One of the world's shrewdest dealmakers is betting $5 billion of his investors' money that the U.S. financial system is not about to collapse.
Warren Buffett's Berkshire Hathaway Inc. said Tuesday it investing at least $5 billion in Goldman Sachs Group Inc., a huge vote of confidence for one of the survivors of the credit crisis that felled two of its investment banking peers.
In addition to buying $5 billion in preferred stock, Berkshire also got warrants to buy another $5 billion in Goldman's common stock. Goldman also said late Tuesday it would raise another $2.5 billion in its own public stock offering.
The news sent shares of Goldman Sachs and stock index futures soaring in electronic trading, after the Dow Jones industrial average posted a triple-digit decline for the second day in a row.
Not only is Warren Buffett among the most respected investors around, but a $5 billion position is quite significant even in his massive portfolio. Is this finally the sign that the bottom feeders are ready to take flight and usher in the recovery. As any astute follower of the economy knows a clear sign of a recovery is when capitalistic sharks begin to make serious investments in beaten down companies and industries betting that there is finally value there. This position is certainly an indication of that. Or is it?
I initially thought as much, but then I read this.
Billionaire Warren Buffett told CNBC that he wholeheartedly supports Treasury Secretary Henry Paulson's planned bailout of Wall Street by backstopping the banks holding failed mortgages.
"It's what I would do if I were there," he told the network in an interview over the weekend. That sentiment was echoed by Federal Reserve Chairman Ben Bernanke, who told Congress on Tuesday that anything short of Paulson's bailout plan would invite certain recession.
"The financial markets are in quite fragile condition, and I think absent a plan they will get worse," Bernanke said.
No, it appears that Buffett doesn't so much think that Goldman is ready for a recovery as he thinks that the bailout will usher in Goldman's recovery. In my mind, if ever there was a reason to oppose this bailout, it is watching Buffett's dual positions. At the same time he stakes a massive amount of money in Goldman Sachs, he proclaims that we need this bailout. In other words, obviously this bailout is good for Goldman Sachs. Would he have staked out such a position without a recovery being imminent? That is highly unlikely. The timing of the two events are far too close. All this really means is that he sees this bailout propping up a company that wouldn't make it on its own. How is that good in the overall scheme of things?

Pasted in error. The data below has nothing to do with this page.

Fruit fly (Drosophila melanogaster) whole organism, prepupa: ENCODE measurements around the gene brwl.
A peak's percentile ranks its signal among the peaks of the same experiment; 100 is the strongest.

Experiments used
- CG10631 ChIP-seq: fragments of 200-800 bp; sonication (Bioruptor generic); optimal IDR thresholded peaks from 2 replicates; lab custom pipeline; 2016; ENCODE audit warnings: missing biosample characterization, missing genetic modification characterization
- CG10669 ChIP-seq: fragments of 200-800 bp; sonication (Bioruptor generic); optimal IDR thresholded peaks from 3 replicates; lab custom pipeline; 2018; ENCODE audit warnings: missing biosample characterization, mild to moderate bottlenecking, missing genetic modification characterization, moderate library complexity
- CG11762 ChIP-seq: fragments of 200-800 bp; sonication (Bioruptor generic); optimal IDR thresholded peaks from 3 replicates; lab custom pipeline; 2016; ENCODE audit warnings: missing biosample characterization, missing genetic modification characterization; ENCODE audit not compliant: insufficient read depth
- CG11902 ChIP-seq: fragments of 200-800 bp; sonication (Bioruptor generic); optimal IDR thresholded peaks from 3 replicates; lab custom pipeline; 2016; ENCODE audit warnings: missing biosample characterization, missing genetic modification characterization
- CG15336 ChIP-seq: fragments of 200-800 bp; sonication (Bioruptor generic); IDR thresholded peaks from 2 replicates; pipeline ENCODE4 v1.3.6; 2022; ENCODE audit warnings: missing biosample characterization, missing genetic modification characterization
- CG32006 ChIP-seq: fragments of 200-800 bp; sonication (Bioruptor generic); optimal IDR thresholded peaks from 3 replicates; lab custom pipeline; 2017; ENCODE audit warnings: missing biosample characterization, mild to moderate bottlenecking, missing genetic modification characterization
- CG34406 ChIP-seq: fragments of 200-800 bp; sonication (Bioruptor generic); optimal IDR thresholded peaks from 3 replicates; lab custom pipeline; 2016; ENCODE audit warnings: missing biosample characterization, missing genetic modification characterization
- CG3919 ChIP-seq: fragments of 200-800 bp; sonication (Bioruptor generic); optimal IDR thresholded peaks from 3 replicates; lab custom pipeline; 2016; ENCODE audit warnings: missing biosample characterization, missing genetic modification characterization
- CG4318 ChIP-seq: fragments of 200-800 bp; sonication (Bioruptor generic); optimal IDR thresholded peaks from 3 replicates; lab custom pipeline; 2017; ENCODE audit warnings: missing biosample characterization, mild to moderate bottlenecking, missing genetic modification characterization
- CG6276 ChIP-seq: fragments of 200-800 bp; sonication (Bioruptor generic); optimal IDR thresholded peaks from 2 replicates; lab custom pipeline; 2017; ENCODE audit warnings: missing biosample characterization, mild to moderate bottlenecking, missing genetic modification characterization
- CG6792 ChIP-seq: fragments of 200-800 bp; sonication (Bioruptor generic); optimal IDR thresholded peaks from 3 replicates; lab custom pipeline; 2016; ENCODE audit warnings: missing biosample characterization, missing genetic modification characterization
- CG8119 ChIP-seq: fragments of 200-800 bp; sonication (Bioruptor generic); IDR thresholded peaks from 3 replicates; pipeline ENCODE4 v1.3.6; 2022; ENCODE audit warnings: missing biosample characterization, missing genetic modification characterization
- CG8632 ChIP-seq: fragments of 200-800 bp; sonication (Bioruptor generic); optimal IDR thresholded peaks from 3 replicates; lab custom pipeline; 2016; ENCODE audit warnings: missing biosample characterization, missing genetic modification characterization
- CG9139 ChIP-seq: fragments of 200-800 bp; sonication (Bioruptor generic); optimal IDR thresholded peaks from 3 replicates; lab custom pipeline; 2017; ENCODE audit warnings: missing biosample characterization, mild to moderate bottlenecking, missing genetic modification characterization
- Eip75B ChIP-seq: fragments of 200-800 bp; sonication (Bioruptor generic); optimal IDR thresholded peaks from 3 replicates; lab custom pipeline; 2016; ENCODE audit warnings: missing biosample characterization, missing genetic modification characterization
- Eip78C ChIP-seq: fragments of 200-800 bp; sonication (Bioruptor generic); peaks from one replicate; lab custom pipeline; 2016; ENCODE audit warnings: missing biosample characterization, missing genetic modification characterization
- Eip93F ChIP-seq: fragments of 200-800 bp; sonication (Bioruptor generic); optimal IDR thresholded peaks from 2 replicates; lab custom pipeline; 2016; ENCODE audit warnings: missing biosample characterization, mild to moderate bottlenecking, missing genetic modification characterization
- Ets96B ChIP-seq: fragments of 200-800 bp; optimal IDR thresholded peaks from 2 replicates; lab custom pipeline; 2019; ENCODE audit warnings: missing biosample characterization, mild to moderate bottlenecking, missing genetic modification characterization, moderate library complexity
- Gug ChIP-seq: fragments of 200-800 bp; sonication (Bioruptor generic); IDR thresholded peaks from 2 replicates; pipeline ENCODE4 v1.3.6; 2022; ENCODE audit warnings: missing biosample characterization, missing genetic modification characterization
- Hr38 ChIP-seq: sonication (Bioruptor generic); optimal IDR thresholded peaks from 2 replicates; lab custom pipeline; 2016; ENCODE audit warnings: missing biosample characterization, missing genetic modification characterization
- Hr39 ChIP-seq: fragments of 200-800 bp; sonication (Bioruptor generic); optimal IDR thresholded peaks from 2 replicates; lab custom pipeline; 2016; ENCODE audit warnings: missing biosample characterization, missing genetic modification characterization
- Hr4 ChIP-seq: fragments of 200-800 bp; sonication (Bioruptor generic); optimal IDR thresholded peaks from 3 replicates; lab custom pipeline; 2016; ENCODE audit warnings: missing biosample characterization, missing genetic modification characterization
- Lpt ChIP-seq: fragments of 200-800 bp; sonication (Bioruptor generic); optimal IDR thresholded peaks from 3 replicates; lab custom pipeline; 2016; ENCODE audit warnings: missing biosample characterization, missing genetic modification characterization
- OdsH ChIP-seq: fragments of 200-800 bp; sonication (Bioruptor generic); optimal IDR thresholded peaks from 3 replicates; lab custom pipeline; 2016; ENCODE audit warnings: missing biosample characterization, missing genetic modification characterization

Clearly, financial services are nowhere near recovery on their own. What this tells me is that financial services can't make it on their own and they need this bailout for a recovery. Propping up failing industries is not a good idea. I will let Ron Paul explain why this is such a bad idea.
It appears everything will be just fine at Goldman Sachs. After they staked positions they couldn't maintain, the government will buy up all those bad investments. On top of it, a major Wall Street investor will stake a major position in their firm. Looks like all that mismanagement will have little consequence if this bailout occurs. As for Warren Buffett, talk about being in the right place at the right time. He buys up a beaten down company and with this bailout, there is an inherent increase in value. If ever there was a reason to oppose the bailout it was the fact that a master investor believes the bailout is an opportunity to buy one of the bailed out.
In this case, this manifested itself in overbuilding in real estate. When builders realize they have overbuilt and have too many houses to sell, too many apartments to rent, or too much commercial real estate to lease, they seek to recoup as much of their money as possible, even if it means lowering prices drastically.
This lowering of prices brings the economy back into balance, equalizing supply and demand. This economic adjustment means, however that there are some winners -- in this case, those who can again find affordable housing without the need for creative mortgage products, and some losers -- builders and other sectors connected to real estate that suffer setbacks.
The government doesn't like this, however, and undertakes measures to keep prices artificially inflated. This was why the Great Depression was as long and drawn out in this country as it was.I am afraid that policymakers today have not learned the lesson that prices must adjust to economic reality. The bailout of Fannie and Freddie, the purchase of AIG, and the latest multi-hundred billion dollar Treasury scheme all have one thing in common: They seek to prevent the liquidation of bad debt and worthless assets at market prices, and instead try to prop up those markets and keep those assets trading at prices far in excess of what any buyer would be willing to pay.
Additionally, the government's actions encourage moral hazard of the worst sort. Now that the precedent has been set, the likelihood of financial institutions to engage in riskier investment schemes is increased, because they now know that an investment position so overextended as to threaten the stability of the financial system will result in a government bailout and purchase of worthless, illiquid assets.